Alhag Ali is a Sudanese refugee based in Brandenburg and studies Industrial Management at Berliner Hochschule für Technik (BHT). As a native Arabic speaker he shares with us some interesting facts about the Arabic language.
There are quite a few confusing things for language learners worldwide. It’s not a matter of bad or good, just strange. In this short blog post, I would like to tell you about some of the strange rules in Arabic – just to let others know about it. However, I wouldn’t judge the language. For me, even if Arabic is my mother tongue, some things in this language remain strange. One of them is, for example, the “tashkeel”. These are unwritten short vowels, at least in most Arabic texts except Quran and a few other texts. To explore that well, let us consider any word containing three consonants. Let’s take “krb”, in Arabic “كرب”. This word can be pronounced as: kurb, karb, kirb, kurib, kurab, kurub, kirib, kirub, kirab and more. Can you imagine how many possibilities of pronouncing can be if the word contains six or seven consonants? Those unwritten signs imply the vowel of the letter but, unfortunately, are always hidden. This can be one of the most confusing things for Arabic learners. Some people suggest writing the signs on the letter, so any reader can see it and read the letters correctly. However, this can let the writing take more time.
The second strange thing can be explained with the following example. In English, you can say: “I like the shoes of the Italian girls”. It is very understandable for everyone, and you don’t have to ask more. You have to ask every time you hear a sentence like that in Arabic. “Do you really like the shoes of the Italian girls, or do you like the Italian shoes worn by girls?” This confusion happens when the gender of two objects belonging are the same. In this example, girls and shoes have the same gender and form: female nouns and plural forms. This makes it very confusing!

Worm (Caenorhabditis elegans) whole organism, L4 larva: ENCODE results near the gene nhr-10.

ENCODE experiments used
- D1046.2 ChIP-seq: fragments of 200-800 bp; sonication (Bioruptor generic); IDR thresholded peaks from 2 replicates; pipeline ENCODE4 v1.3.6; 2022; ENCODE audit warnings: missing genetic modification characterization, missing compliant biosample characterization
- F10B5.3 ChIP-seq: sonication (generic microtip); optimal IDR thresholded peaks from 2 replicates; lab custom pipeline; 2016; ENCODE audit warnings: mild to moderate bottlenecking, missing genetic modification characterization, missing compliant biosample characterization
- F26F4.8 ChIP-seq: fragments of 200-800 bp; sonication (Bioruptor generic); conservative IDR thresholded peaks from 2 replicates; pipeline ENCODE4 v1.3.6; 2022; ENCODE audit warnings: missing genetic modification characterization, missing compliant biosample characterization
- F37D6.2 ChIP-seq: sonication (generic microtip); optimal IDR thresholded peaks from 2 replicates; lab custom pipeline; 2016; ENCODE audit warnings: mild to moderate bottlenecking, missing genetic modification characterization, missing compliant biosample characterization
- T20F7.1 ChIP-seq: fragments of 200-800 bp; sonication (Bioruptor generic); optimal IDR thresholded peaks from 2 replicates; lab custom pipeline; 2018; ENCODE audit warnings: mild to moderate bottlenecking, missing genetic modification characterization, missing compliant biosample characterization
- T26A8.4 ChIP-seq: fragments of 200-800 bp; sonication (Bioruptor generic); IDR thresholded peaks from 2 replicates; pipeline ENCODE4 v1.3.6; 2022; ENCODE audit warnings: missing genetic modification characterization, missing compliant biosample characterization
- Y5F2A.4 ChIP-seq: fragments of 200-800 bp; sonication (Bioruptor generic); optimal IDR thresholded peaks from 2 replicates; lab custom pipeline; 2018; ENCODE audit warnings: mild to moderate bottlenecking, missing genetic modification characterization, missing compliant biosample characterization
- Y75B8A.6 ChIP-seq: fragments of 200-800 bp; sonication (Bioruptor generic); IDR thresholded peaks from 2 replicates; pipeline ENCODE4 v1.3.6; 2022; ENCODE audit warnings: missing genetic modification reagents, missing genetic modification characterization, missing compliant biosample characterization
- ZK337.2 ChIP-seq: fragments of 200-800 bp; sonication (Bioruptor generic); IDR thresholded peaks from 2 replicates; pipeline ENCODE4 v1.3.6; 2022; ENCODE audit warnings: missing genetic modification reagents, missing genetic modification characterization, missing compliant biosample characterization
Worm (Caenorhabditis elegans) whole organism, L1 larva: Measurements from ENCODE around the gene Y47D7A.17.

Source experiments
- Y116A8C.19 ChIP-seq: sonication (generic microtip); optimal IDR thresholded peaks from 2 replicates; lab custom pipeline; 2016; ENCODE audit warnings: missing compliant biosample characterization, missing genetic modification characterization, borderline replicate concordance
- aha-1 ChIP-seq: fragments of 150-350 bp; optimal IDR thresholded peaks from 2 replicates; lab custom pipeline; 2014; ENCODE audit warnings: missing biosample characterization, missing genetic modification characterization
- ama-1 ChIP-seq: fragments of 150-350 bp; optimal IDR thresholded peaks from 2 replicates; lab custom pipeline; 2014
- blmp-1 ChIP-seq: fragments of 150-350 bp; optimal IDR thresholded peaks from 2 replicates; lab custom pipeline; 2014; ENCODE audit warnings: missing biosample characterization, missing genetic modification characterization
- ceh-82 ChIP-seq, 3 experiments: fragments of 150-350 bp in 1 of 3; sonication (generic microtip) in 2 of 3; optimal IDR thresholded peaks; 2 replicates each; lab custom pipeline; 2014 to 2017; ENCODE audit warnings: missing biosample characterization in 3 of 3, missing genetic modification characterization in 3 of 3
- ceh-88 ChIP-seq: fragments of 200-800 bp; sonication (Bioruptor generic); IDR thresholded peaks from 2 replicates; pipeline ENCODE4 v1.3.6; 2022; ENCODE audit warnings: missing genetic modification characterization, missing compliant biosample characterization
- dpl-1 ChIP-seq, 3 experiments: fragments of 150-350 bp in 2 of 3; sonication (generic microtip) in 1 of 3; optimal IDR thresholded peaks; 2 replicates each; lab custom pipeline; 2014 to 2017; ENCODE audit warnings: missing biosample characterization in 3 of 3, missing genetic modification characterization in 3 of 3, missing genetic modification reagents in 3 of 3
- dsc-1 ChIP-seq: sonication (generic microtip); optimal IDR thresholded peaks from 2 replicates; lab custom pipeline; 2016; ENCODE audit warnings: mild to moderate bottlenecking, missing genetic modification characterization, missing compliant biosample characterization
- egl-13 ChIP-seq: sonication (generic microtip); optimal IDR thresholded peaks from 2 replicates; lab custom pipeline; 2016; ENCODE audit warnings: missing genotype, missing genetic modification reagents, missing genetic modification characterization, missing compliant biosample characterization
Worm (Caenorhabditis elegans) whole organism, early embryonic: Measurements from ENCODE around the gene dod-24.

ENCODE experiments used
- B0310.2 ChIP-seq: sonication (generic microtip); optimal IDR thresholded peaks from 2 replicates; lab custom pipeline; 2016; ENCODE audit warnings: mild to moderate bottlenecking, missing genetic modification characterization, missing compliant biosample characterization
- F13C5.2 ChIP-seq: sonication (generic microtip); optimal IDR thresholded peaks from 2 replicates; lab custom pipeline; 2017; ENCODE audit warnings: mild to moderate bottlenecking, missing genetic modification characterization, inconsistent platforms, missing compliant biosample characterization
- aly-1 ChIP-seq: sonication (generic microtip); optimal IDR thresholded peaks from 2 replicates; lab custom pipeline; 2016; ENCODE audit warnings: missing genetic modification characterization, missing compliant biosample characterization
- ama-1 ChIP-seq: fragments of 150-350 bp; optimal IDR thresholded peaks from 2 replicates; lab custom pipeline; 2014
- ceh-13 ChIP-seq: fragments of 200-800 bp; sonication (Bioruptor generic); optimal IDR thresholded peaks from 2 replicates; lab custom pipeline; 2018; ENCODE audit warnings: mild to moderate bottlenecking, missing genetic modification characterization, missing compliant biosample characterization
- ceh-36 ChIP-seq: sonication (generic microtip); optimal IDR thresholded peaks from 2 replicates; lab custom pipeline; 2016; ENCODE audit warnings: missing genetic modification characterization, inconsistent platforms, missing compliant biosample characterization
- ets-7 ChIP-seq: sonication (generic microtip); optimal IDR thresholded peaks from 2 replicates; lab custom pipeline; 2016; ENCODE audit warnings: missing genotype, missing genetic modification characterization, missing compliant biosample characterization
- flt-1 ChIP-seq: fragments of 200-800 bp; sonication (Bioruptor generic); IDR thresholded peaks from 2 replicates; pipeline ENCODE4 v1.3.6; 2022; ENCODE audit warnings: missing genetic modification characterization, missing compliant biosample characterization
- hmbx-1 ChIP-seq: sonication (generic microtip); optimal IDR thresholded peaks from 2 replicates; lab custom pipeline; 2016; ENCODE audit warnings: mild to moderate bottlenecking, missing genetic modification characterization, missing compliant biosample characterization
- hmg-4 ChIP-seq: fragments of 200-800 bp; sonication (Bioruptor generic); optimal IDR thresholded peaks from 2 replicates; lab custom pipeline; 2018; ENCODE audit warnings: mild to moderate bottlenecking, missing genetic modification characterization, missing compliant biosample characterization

Now we’re coming to the third one. Modern Standard Arabic exists only in religious and political speeches performed by one speaker in front of an audience. When it comes to discussion, you won’t find it anymore. Wikipedia says only 270 million out of 350 Arabic native speakers know Modern Standard Arabic. I have never spoken standard Arabic in my life. It would seem like I was speaking another language if I had to. I bet I would make as many grammatical mistakes as the learners do. Not only that, but I used for a long time to translate standard Arabic for the people in my village, even though Arabic is their mother tongue. So dear Arabic learners: Don’t worry about making grammatical mistakes. You’re not alone. Even native speakers do that. No need to be shy!
See the comparison of different Arabic dialects below.
In my opinion, at least for European people, the most difficult letters to master in Arabic “abjad” are the letter “Ayin, ع” and “Ḥā, ح” like at the beginning of the words “Arab” itself and “Habibi”. As far as I know, those letters do not exist in any European language and can signal whether the speaker is a native speaker or not. Nevertheless, many of my friends mastered pronouncing those letters. I wonder how they got to do so! I’ve spent four years of my life just to pronounce the German letter “ü, ue” correctly, and I still fail.
Arabic has an extensive influence on other languages as well. You probably know that English words like alcohol, alkaline, algebra, and coffee come from Arabic. Did you also know sofa, cotton, lemon, hazard, magazine, and many more have Arabic roots? Thousands of years of interaction makes those borrows inevitable. So, why not learn some more of the Arabic language?
Give Something Back to Berlin would like to start Arabic Language Café in 2022 and is currently looking for volunteers. Would you like to join me in teaching (and also learning) Arabic? If so, please get in touch! Write to us at firstname.lastname@example.org